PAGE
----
Section 922 of the Dodd-Frank Act, enacted on July 21, 2010, amended the whistleblower provisions in the Sarbanes-Oxley Act of 2002 (SOX) by invalidating predispute arbitration agreements covering SOX whistleblower retaliation claims. In Pezza v. Investors Capital Corporation, a case of first impression, the District Court applied this amendment retroactively.

The plaintiff in this action alleged that he suffered SOX retaliation after he voiced concerns regarding the defendants’ alleged misconduct in connection with securities transactions. The defendants raised as an affirmative defense the plaintiff’s contractual obligation to submit his claim to arbitration, and then moved to compel arbitration. Congress enacted the Dodd-Frank Act while the defendants’ motion was pending, and the plaintiff submitted a letter to the Court arguing that Section 922 foreclosed the defendants’ arbitration demand. The defendants responded that Section 922 does not apply retroactively.

The Court turned to Landgraf v. USI Film Products, 511 U.S. 244 (1994), in which the U.S. Supreme Court laid out factors for determining whether to apply an amendment retroactively: (i) whether Congress expressly set forth the statute’s temporal reach; (ii) if no such express language exists, whether the principles of statutory construction lead to the conclusion that Congress intended retroactive application; and (iii) whether retroactive application would affect a party’s substantive rights.

Applying this framework to Section 922, the Court first noted that nothing in that section illustrates a clear congressional intent regarding retroactivity. The Court then found that the Dodd-Frank Act contains some provisions that expressly apply to future disputes only, some provisions that expressly apply only after a certain prescribed time period, and some provisions for which Congress expressed no intent as to retroactivity. The District Court determined that Section 922 fell into this last category.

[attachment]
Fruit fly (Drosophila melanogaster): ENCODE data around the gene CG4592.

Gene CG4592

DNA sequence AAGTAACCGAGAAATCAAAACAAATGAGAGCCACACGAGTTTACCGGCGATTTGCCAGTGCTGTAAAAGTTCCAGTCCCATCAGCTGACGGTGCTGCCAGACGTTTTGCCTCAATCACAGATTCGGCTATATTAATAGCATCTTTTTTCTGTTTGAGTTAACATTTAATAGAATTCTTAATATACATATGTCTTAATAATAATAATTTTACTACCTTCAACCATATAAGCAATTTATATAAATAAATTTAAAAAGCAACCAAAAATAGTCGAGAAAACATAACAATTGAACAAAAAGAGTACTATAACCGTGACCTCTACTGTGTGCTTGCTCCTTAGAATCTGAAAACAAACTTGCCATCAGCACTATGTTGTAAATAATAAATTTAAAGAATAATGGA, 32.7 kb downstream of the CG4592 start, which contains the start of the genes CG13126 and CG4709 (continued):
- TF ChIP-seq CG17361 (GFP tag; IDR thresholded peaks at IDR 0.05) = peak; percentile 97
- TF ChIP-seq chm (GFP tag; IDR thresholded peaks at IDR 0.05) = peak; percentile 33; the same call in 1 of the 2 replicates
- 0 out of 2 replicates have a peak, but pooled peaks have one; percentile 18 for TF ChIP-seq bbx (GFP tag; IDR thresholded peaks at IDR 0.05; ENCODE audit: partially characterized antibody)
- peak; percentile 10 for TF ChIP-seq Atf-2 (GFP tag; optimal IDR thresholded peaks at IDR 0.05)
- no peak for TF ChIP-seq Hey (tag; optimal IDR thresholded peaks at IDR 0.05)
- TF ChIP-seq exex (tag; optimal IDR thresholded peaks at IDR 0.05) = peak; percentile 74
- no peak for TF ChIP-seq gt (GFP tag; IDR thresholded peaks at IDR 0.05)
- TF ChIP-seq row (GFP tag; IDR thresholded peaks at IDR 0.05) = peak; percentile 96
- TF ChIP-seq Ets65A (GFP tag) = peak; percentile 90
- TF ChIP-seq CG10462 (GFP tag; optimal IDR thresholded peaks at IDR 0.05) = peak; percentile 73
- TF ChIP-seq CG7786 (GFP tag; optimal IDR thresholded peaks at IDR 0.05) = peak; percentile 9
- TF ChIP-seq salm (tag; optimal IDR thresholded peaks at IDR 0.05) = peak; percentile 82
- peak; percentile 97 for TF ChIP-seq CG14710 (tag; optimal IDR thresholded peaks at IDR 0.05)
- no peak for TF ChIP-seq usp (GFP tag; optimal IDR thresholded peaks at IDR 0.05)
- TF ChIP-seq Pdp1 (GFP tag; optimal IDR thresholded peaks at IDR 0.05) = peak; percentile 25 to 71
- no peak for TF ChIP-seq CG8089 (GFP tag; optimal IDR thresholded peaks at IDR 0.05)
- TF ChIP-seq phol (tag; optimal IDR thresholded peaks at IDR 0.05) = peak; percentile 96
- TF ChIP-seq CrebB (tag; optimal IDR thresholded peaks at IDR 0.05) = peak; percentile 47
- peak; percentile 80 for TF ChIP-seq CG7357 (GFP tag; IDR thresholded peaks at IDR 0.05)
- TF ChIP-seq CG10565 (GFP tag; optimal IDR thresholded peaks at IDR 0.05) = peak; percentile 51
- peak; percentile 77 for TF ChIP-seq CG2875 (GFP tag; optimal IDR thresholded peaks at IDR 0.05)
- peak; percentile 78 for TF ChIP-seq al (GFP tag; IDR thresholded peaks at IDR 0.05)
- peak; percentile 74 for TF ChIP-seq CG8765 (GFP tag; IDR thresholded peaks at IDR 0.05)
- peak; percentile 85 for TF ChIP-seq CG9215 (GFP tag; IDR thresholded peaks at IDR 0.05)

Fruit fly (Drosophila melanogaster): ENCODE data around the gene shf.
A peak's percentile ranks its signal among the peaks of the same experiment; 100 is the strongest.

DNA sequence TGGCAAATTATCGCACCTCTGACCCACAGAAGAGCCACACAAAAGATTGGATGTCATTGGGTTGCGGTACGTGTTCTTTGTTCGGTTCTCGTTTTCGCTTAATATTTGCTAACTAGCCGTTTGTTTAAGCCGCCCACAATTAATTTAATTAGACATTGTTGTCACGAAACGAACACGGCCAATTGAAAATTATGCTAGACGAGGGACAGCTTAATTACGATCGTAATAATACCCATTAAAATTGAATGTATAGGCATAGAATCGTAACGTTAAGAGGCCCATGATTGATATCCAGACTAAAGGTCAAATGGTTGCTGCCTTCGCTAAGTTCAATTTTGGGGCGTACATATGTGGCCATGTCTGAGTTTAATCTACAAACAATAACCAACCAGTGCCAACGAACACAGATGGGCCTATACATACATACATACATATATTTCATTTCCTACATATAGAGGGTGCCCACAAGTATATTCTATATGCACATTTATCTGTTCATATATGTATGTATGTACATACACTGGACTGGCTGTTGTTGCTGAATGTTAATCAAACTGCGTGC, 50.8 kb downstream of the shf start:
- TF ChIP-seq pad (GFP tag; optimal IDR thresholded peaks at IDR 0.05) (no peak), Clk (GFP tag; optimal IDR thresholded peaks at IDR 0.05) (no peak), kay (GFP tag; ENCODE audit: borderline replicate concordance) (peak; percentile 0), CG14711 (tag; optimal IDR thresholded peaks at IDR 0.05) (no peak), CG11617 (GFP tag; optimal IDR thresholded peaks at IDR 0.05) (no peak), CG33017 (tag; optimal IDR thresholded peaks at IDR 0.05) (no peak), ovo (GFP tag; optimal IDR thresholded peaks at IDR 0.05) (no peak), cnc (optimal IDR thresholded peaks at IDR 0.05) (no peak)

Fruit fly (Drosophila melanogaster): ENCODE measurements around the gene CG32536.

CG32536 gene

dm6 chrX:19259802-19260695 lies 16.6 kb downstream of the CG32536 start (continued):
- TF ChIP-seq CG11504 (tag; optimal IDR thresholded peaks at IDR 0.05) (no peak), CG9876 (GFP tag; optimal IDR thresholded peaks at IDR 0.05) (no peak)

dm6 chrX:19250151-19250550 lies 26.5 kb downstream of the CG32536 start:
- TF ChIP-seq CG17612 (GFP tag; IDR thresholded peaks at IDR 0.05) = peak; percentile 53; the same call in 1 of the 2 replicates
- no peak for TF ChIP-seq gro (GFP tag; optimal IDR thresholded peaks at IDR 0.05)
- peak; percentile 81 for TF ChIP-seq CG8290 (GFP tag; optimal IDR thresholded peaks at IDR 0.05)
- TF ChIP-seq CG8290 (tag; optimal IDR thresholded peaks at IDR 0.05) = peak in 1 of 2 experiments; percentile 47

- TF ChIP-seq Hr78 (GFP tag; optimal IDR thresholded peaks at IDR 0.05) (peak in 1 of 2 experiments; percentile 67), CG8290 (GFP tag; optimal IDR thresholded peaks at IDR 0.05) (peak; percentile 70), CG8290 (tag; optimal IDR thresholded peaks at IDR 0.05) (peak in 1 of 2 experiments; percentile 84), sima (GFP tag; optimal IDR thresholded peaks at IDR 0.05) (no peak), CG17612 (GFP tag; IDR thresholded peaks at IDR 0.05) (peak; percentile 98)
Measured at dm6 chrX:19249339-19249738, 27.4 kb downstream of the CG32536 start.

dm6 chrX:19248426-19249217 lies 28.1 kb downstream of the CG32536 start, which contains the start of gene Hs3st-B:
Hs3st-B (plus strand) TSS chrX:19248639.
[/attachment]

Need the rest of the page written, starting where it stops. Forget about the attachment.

The Court then considered whether Section 922 would have a prohibited “retroactive effect.” It acknowledged that Section 922 impacts contractual rights by voiding agreed-upon arbitration provisions and that statutes affecting contractual rights comprise the largest category of cases applying the presumption against retroactivity. Nevertheless, the Court found that Section 922 merely confers jurisdiction on the courts rather than on arbitration panels, and that jurisdictional statutes may apply retroactively because they simply change the forum in which a case is heard. The Court thus gave Section 922 retroactive application and denied the defendants’ motion to compel arbitration.

It is difficult to reconcile the District Court’s conclusion that the issue before it was principally jurisdictional with the ruling’s impact on the substantial rights an employer obtains through an arbitration agreement. Certain benefits of arbitration on which the decision does not specifically focus—e.g., cost-efficiency, privacy, and finality—may lead other courts to a different outcome. However, employers should operate under the assumption that courts will not enforce predispute arbitration agreements executed before enactment of Dodd-Frank that require arbitration of SOX whistleblower retaliation claims.